Tag Archives: Book Review

Jeremy Brett: Playing a Part

9 Aug

To many people the name ‘Jeremy Brett’ is synonymous with Sherlock Holmes.  His performance as the Great Detective in the Granada production made him a household name around the world.  But there was much more to Jeremy than Sherlock Holmes, and Maureen Whittaker in her monumental undertaking “Jeremy Brett: Playing a Part” demonstrates that at great length.

From Jeremy’s childhood in Warwickshire, to his years on the stage, his sojourn in Hollywood, to Sherlock Holmes, and to his final cameo role in “Moll Flanders”, Maureen gives us a wonderful in depth look at the life and career of this fabulously talented actor.

The book is large and packed with many photos that have not been seen before.  A beautiful foreword by Jeremy’s first Watson, David Burke, just adds to the delight.

Published by MX Publishing, Maureen Whittaker’s magnum opus is a testament to both the talent of Jeremy Brett and the love that so many people still have for him.

One thing that I really loved about this book was Maureen’s refusal to include gossip.  Everything in this book came from a substantiated source, resulting in a book that is both honest and respectful.

Well written and impeccably researched, “Jeremy Brett: Playing a Part” deserves a spot in the collection of every Holmesian.

I would like to thank Steve Emecz at MX Publishing for giving me a copy to review.

Link to Book: https://mxpublishing.com/products/jeremy-brett-playing-a-part-colour-paperback-edition?_pos=3&_sid=24525ff33&_ss=r

Sherlock Holmes and the House of Pain

16 Jul

One of the greatest gifts Sir Arthur Conan Doyle gave to pastiche writers was a list of unrecorded cases, such as Merridew of the Abominable Memory, and the Case of the Politician, the Lighthouse and the Trained Cormorant. All ideas that pastiche writers have latched on to and given their take on Doyle’s carelessly chucked out gems.

In “Sherlock Holmes and the House of Pain”, by Stephen Seitz, the case in question is arguably the most famous: The Giant Rat of Sumatra.

A female missionary goes missing in London’s notorious East End, where rats of unusual size have been spotted. When Watson persuades Holmes to take on the case, the scene is set for an interesting story indeed.

Stephen Seitz’s use of H. G. Wells’ Dr. Moreau, as well as Arthur Conan Doyle’s other well known character, Professor Challenger, creates a nightmarish story of science gone mad.

The relationship between Holmes and Watson is a little uneven, but works well on the whole. I felt too much of the story revolved around Challenger, but that is a personal preference, seeing as I have never taken to the character of Professor Challenger.  Other readers will no doubt feel differently.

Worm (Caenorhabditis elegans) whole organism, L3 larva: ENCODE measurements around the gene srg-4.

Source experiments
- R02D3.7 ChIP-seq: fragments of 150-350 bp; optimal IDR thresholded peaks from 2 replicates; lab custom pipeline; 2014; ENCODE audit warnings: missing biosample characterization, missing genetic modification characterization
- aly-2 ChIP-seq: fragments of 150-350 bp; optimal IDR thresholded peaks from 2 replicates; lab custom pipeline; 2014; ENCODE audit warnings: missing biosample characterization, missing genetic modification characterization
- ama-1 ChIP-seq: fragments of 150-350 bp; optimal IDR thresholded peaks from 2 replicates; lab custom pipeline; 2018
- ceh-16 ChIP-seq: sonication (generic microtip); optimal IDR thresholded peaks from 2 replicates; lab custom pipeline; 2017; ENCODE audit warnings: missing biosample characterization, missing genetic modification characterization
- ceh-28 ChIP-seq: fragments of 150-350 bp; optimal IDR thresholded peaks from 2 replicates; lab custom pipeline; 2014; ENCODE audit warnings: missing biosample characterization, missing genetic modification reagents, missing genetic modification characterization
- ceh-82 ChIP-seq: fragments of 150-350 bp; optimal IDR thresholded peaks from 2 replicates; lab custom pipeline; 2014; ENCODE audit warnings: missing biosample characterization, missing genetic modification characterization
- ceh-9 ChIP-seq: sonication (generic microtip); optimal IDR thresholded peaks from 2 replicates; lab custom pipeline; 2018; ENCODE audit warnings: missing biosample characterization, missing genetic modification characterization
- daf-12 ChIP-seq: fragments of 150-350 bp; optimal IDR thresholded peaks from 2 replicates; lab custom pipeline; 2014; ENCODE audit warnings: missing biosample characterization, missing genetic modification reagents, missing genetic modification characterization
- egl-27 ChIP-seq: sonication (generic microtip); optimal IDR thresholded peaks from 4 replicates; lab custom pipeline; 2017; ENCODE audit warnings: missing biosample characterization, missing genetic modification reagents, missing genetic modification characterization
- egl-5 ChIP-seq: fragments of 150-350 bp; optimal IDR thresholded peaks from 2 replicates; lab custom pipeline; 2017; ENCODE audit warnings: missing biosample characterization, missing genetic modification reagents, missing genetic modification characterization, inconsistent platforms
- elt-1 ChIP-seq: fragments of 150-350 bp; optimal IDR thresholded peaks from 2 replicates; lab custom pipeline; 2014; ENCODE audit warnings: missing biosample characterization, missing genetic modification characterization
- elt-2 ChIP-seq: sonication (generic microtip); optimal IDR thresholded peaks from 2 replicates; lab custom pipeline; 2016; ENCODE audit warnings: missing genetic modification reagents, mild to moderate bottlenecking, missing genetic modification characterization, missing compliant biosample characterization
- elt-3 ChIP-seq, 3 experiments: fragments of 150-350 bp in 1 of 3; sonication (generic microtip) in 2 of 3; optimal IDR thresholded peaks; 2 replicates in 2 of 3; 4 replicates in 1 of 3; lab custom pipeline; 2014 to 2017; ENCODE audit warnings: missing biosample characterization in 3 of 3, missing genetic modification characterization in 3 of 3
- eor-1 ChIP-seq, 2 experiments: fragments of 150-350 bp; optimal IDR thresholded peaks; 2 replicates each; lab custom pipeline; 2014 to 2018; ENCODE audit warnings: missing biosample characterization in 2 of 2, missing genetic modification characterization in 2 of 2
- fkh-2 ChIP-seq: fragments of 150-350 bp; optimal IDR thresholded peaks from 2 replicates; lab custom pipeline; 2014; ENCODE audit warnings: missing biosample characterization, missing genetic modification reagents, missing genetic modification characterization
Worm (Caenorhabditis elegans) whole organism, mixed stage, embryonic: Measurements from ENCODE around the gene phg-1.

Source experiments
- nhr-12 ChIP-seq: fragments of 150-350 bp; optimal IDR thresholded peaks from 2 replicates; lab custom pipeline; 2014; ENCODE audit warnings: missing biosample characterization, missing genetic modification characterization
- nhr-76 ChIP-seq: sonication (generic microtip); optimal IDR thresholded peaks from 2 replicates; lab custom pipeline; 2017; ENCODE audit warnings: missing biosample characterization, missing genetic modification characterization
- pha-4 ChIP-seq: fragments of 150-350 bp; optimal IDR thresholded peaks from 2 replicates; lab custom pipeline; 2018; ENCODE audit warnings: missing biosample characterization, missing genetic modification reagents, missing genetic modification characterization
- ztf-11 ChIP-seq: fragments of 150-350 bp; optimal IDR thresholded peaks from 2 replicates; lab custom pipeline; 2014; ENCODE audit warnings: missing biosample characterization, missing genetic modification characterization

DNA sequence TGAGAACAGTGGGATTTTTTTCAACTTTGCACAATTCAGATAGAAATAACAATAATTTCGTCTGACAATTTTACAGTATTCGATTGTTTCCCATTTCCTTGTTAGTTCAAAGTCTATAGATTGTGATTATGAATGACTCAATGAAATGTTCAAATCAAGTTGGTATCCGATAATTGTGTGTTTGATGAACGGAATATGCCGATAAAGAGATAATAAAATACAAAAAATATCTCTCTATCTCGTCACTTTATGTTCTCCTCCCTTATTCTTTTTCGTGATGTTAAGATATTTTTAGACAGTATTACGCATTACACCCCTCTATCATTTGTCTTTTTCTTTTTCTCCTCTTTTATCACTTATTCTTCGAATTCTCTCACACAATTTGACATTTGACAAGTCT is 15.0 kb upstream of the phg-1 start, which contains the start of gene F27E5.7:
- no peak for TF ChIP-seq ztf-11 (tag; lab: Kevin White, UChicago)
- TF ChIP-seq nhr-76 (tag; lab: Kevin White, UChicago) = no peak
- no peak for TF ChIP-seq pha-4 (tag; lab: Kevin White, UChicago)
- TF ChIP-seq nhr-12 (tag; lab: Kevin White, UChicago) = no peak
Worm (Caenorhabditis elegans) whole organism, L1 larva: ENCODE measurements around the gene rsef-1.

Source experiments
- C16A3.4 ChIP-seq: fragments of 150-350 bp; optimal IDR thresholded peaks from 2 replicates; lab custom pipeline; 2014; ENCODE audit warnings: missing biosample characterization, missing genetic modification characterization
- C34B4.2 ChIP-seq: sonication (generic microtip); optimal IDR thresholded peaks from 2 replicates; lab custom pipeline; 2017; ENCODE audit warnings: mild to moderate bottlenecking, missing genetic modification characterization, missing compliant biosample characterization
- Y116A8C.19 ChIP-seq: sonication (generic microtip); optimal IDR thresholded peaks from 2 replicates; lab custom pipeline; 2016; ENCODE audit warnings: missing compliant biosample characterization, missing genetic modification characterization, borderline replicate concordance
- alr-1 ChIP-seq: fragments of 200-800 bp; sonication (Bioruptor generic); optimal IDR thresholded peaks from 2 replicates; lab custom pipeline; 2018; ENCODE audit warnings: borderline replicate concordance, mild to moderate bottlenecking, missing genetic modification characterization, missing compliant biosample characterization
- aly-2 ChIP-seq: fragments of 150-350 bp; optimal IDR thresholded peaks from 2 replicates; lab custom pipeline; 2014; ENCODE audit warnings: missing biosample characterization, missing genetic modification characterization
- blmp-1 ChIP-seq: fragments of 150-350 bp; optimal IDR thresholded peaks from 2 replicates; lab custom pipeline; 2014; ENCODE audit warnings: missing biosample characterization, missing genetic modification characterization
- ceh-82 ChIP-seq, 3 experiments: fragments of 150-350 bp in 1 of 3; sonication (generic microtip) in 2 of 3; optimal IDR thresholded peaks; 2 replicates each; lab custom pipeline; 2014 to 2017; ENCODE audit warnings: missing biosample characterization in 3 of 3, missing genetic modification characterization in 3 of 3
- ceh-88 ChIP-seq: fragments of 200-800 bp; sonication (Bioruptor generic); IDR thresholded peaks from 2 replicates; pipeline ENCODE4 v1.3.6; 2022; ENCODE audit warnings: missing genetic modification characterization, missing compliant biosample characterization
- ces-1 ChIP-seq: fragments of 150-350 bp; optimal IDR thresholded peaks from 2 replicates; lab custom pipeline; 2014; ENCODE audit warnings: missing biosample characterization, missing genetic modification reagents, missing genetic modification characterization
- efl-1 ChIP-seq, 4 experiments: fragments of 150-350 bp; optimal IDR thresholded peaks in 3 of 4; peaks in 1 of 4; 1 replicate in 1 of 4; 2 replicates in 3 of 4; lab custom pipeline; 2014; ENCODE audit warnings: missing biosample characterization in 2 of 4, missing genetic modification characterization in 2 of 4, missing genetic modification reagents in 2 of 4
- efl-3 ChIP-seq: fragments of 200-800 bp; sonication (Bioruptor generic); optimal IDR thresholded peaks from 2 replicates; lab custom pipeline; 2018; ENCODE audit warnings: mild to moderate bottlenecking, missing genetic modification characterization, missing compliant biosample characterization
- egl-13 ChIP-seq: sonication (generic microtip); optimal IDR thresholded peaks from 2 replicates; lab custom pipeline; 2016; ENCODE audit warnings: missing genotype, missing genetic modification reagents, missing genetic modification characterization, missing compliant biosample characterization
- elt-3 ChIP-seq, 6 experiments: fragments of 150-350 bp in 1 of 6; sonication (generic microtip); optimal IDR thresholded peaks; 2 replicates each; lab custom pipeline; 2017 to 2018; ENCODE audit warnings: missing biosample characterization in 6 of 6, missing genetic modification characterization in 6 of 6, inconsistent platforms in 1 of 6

A fast paced and, above all, interesting take on the “story for which the world is not yet prepared”.  If you would like to read it, “Sherlock Holmes and the House of Pain” is available directly from the publisher, MX Publishing: https://mxpublishing.com/products/sherlock-holmes-and-the-house-of-pain?_pos=1&_sid=490849197&_ss=r

Dead Ringers: Sherlock Holmes Stories

25 Jun

50609507._SY475_“Dead Ringers” (published by MX Publishing) is a volume of short stories from the pen of noted Sherlockian Robert Perret and is quite a treat.

The stories have all been published in a wide variety of publications and it is nice to have them all collected together in one volume.

Robert Perret’s style is tight and firm and the stories fairly bounce along. Perret’s Holmes rarely jars, and the relationship between Holmes and Watson is solid gold.

Writers sometimes concentrate so hard on Holmes and Watson that other canonical characters suffer. Not in these stories: Lestrade, Gregson, Mrs. Hudson, and others are all as well rounded, and the original characters solid and believable.

With any anthology there will be stories of greater and lesser appeal to each reader. For me, the absolute stand out stories were:

The Mystery of the Change of Art
The Adventure of the Pharaoh’s Tablet
The Adventure of the Twofold Purpose.

The latter story was my favourite; its gothic overtones making for quite a chilling tale.

An excellent volume of stories to while away a cold winter’s evening. Highly recommended.

Link to Book: https://mxpublishing.com/products/dead-ringers-sherlock-holmes-stories?_pos=2&_sid=3471def3a&_ss=r

Ghost Story

31 May

“Ghost Story” by G. V. Pearce is the latest book from Improbable Press. I was given a copy of the book by the editor to read and review.

“Ghost Story” is a Sherlock Holmes/John Watson story with a twist. It is set in the modern day and the pair are married. If that sort of thing isn’t your bag, then don’t bother reading on.

“Ghost Story” is a delightful tale of deduction, deceit, and death.

The characters are well-rounded and fleshed out. Pearce’s characterizations of Holmes and Watson are excellent. The author supplies some lovely back story. I particularly loved the reason that Holmes, though an excellent violinist, is banned from playing in orchestras.

There are several scenes where the creepy-factor is through the roof. The first one in a cave when John was a boy; the other in an abandoned house. Pearce’s ability to manipulate atmosphere put me very much in mind of M. R. James.

The only thing to I didn’t care for was the way the story flipped about time-wise, going back and forth from the present day to the past. This isn’t a criticism as such, merely that I prefer stories to be linear. But that is on me, not the author.

“Ghost Story” is an excellent read and I am hoping for more stories from G. V. Pearce in the future.

If you want to read this delightful book for yourself it is available via the publisher:

Ghost Story

A Baskerville Curse

10 Oct